It’s a bit crazy, flawed and, yes, critical. My systematic approach may well eliminate someone who could make me my happiest self. But the alternative of leaving fate to fate of relying on chemistry, physical attraction and chance didn’t lead me to this person either.
I would rather have something to work on. Tasks and cards to sort, as opposed to waiting in Whole Foods for a guy and I to magically close our eyes as we reach the same carton of oat milk.
So far my Trello system has worked, or at least that’s what I’m telling myself. It has led me to more than enough moments of happily lying next to someone and forgetting my inbox, looking at someone and knowing that I am growing in a way that matters to me, and believing, however long his Trello card might be, that lying there with him was a good use of my time.
This is how I originally got into the show – as a person who believed in my system. “The only reason one of my boyfriends was a boyfriend was because he had at least six out of eight traits,” I said on a Zoom call with the casting director. .
But that’s not what they wanted me to talk about. They didn’t like my features. For television, the features must be sexy: the face, the abdominals and the girth. Traits that eventually fade and leave you with a partner you hate and a version of yourself you hate even more. Someone you get mad at for the way they roll up the toothpaste tube or don’t fill the Brita.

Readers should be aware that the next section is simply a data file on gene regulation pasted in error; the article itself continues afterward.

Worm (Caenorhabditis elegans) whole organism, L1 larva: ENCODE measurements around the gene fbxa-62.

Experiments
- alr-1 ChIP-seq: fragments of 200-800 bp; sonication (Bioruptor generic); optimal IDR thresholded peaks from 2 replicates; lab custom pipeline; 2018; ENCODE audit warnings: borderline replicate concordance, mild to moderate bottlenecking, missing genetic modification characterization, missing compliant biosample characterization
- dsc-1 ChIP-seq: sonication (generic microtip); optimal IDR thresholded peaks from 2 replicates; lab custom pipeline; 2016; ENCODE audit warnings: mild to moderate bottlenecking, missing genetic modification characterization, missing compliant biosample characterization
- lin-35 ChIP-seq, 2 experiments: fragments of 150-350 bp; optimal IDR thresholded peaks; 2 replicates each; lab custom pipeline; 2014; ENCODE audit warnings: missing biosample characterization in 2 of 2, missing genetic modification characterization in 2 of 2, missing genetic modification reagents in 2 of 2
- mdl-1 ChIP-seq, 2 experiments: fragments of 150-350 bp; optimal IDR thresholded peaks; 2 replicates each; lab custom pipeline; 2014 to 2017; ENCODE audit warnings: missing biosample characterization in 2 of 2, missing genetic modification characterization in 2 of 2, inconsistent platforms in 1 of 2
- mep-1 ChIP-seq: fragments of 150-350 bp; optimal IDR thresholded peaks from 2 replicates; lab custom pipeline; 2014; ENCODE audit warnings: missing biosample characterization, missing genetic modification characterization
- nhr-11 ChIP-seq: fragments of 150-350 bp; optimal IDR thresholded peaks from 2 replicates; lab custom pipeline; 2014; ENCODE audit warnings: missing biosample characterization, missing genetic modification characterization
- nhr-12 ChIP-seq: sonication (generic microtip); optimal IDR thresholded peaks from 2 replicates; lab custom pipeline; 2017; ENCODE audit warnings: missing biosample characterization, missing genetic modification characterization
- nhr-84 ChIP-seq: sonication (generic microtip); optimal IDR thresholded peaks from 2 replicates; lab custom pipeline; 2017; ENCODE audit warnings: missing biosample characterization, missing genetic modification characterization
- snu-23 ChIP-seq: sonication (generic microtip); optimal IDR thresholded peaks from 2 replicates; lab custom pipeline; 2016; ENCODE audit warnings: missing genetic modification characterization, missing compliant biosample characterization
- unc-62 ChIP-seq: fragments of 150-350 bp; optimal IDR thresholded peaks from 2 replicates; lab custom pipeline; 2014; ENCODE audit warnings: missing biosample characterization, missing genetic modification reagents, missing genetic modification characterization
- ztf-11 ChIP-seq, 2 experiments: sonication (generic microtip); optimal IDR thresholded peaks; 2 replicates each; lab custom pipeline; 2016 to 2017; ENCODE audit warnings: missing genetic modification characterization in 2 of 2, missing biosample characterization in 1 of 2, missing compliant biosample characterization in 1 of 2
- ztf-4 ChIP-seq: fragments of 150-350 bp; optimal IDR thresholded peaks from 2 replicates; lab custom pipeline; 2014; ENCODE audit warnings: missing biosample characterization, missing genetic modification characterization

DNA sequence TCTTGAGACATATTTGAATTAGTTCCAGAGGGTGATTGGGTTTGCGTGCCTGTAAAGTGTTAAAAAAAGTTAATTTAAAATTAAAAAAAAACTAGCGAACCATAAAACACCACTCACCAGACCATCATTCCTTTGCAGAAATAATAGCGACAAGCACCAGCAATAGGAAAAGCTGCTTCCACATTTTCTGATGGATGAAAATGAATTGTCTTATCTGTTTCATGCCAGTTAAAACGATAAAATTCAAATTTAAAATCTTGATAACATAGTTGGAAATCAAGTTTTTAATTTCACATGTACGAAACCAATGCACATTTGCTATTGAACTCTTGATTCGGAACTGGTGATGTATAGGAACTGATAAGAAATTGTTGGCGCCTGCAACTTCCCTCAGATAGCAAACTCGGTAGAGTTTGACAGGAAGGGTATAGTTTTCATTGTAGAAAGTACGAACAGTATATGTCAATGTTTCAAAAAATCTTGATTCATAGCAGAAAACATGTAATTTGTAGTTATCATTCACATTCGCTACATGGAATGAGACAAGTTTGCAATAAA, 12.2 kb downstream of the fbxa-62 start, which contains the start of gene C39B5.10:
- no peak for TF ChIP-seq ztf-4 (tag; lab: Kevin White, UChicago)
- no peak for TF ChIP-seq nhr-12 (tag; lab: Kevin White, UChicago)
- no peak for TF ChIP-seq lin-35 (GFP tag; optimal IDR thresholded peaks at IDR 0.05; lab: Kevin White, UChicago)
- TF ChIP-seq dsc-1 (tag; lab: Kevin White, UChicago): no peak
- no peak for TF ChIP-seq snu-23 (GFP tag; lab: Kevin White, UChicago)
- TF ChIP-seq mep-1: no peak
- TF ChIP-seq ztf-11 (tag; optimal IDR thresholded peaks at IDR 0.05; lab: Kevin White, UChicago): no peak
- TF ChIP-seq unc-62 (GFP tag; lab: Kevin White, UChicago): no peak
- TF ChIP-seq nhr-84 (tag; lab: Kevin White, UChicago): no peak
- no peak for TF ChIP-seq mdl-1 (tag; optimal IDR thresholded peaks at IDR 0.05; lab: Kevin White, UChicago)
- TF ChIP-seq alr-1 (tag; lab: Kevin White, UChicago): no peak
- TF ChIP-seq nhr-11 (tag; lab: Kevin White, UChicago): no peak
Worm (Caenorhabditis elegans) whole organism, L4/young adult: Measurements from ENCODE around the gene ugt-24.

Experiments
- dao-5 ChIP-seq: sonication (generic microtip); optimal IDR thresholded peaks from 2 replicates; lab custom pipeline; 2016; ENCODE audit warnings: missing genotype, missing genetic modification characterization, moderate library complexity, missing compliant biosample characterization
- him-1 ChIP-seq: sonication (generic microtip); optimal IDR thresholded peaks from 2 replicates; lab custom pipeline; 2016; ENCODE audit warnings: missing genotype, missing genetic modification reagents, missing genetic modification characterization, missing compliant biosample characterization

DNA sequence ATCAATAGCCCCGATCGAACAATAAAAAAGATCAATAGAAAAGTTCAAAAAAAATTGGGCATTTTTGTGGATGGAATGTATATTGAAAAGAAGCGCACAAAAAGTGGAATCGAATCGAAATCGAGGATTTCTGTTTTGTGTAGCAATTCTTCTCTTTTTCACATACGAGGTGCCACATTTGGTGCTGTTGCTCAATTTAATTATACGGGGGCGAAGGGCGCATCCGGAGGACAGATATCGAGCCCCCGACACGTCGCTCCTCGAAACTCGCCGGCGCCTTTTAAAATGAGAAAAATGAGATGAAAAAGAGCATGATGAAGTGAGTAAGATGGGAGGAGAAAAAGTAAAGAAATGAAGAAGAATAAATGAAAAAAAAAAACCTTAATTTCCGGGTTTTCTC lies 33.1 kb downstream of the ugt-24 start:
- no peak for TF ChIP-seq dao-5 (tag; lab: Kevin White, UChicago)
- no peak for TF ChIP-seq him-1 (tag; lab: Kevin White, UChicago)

Back in the studio, it was time to remake the scene with me embracing my character too neurotic to ever find love, so viewers at home could see me as an uplifting tale, an exaggeration, perhaps, of their. own neuroses. .
On that teal sofa, my hands shaking, I stared at the meet host as she hit me with her questions.
“Alex, I think the reason you’re on your own is because you have too many high standards,” she said. “What do you think?”
“Wow,” I say. “I never thought of that.”